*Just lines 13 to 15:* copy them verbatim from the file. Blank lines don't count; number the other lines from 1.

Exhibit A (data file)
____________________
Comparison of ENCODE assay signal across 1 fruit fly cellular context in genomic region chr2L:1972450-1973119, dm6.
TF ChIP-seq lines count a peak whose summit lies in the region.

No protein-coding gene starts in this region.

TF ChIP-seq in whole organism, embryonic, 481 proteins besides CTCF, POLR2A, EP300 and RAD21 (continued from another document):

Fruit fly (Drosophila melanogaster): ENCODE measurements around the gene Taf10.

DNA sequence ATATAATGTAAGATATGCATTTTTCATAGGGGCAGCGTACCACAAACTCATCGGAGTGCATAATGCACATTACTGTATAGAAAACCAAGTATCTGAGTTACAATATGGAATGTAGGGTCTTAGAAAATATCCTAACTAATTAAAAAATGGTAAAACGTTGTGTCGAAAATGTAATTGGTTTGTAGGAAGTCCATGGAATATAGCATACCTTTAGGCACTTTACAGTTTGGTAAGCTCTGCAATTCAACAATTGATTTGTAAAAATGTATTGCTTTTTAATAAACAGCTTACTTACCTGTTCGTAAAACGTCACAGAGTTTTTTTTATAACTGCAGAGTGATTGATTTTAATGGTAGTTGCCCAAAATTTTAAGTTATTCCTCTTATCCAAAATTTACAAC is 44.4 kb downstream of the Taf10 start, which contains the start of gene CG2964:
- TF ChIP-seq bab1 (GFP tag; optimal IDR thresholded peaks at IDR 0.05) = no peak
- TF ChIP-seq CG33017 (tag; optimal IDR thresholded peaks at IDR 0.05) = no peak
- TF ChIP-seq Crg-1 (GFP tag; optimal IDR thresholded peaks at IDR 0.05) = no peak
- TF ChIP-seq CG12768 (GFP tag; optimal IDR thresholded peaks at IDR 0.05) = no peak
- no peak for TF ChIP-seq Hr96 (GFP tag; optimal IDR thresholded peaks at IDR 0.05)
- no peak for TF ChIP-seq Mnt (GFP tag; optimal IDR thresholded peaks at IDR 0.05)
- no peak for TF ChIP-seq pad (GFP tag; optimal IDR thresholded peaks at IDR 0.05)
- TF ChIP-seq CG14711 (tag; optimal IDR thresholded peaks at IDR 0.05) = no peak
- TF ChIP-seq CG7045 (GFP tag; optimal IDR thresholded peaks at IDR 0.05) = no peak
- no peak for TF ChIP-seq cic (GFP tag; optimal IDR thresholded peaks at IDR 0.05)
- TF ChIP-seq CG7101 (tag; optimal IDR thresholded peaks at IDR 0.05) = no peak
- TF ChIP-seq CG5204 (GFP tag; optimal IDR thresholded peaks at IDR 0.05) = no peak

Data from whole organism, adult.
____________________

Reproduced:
- no peak for TF ChIP-seq pad (GFP tag; optimal IDR thresholded peaks at IDR 0.05)
- TF ChIP-seq CG14711 (tag; optimal IDR thresholded peaks at IDR 0.05) = no peak
- TF ChIP-seq CG7045 (GFP tag; optimal IDR thresholded peaks at IDR 0.05) = no peak